Volunteers turned out by the hundreds on a recent weekend in Portland, Ore., to give one of the city's oldest high schools a thorough facelift.
Church members cleaned, painted, weeded and trimmed to give the Roosevelt High School a one-day makeover. Some call it Evangelism 2.0, a new model for sharing the gospel, and it is winning friends in Portland.
The city's openly gay mayor, Sam Adams, is a friend of the movement and regularly meets with conservative pastors and also meets behind the scenes with the son of a prominent evangelist.
"When people see it clean, well painted, you know, really nice building, it makes such a difference to come to work in, and for kids especially," said Devin Baker administrator of the arts school. "For kids to see all these people, they think, wow, education is important to a whole lot of people."
The project known as Season of Service began during a Luis Palau evangelistic festival in Portland last year. According to administrator Kevin Palau, it is designed for the long haul.
"Our goal was that it not be a flash in the pan and simply be a big effort that then died away," he said. "The goal was to see if it really could get legs and become viral and grass roots, and that's exactly what's happening for the second Season of Service."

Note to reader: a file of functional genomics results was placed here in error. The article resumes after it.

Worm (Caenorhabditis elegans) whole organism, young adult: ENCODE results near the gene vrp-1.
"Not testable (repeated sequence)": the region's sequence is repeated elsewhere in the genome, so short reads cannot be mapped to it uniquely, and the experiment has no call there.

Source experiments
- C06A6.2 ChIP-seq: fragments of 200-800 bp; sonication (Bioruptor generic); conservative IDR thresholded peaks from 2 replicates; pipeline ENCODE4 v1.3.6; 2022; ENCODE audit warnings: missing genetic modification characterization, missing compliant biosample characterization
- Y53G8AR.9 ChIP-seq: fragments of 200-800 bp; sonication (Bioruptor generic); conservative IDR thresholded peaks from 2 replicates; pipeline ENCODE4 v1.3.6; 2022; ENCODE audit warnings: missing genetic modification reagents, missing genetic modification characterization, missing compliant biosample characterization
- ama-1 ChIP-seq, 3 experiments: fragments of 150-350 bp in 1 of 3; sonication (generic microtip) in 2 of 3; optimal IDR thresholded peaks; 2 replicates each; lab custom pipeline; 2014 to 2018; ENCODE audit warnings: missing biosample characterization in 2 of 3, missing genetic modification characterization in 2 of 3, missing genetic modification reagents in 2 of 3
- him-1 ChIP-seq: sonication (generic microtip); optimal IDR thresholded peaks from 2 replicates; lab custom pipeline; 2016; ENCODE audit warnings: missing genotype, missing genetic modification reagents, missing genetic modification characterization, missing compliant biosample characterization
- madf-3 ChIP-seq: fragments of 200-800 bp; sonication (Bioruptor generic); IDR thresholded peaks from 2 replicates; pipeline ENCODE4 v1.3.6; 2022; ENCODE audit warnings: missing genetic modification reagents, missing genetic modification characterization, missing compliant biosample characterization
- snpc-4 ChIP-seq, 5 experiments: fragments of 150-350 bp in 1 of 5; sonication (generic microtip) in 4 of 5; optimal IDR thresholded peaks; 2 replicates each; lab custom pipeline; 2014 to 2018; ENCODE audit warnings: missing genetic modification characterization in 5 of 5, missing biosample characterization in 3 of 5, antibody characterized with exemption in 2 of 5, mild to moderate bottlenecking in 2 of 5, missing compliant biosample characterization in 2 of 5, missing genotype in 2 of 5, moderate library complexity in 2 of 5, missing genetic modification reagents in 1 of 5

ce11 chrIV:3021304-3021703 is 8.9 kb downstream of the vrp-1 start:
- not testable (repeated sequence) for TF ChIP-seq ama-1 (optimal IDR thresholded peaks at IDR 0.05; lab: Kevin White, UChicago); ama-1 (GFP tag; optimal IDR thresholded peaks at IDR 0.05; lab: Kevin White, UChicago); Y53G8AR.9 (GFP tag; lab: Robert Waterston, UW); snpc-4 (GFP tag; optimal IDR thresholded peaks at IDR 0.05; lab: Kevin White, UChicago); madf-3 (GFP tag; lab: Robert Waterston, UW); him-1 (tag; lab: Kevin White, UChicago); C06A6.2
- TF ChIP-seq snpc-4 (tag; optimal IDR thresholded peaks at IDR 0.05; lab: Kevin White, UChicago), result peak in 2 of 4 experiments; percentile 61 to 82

The practical help delivered through this service project has created strong ties between churches and civic leaders. As the second Season of Service began, Mayor Adams received a check for $100,000 from the Palau Association and local churches for city projects helping the homeless and school dropouts.
The 300 local churches involved in this summer's projects have also benefited as well.
"Another way that the Season of Service has really helped the Body of Christ is to emphasize that evangelism is a way of life," Kevin Palau added. "It is part of our ongoing impact in the community. It's how we live, how we demonstrate the good news as well as how we proclaim it."
And ultimately, it is a demonstration of love.
"All those things, the paint, the landscaping, the special projects, it's a symbol for the fact that somebody cares about this school and about the kids that go here," said Rich Recker, Roosevelt High School development director.
In a community where a number of the kids don't have a strong family support system, knowing that somebody cares about them, and cares about their school, is really a critical thing.
*Originally aired July 24, 2009.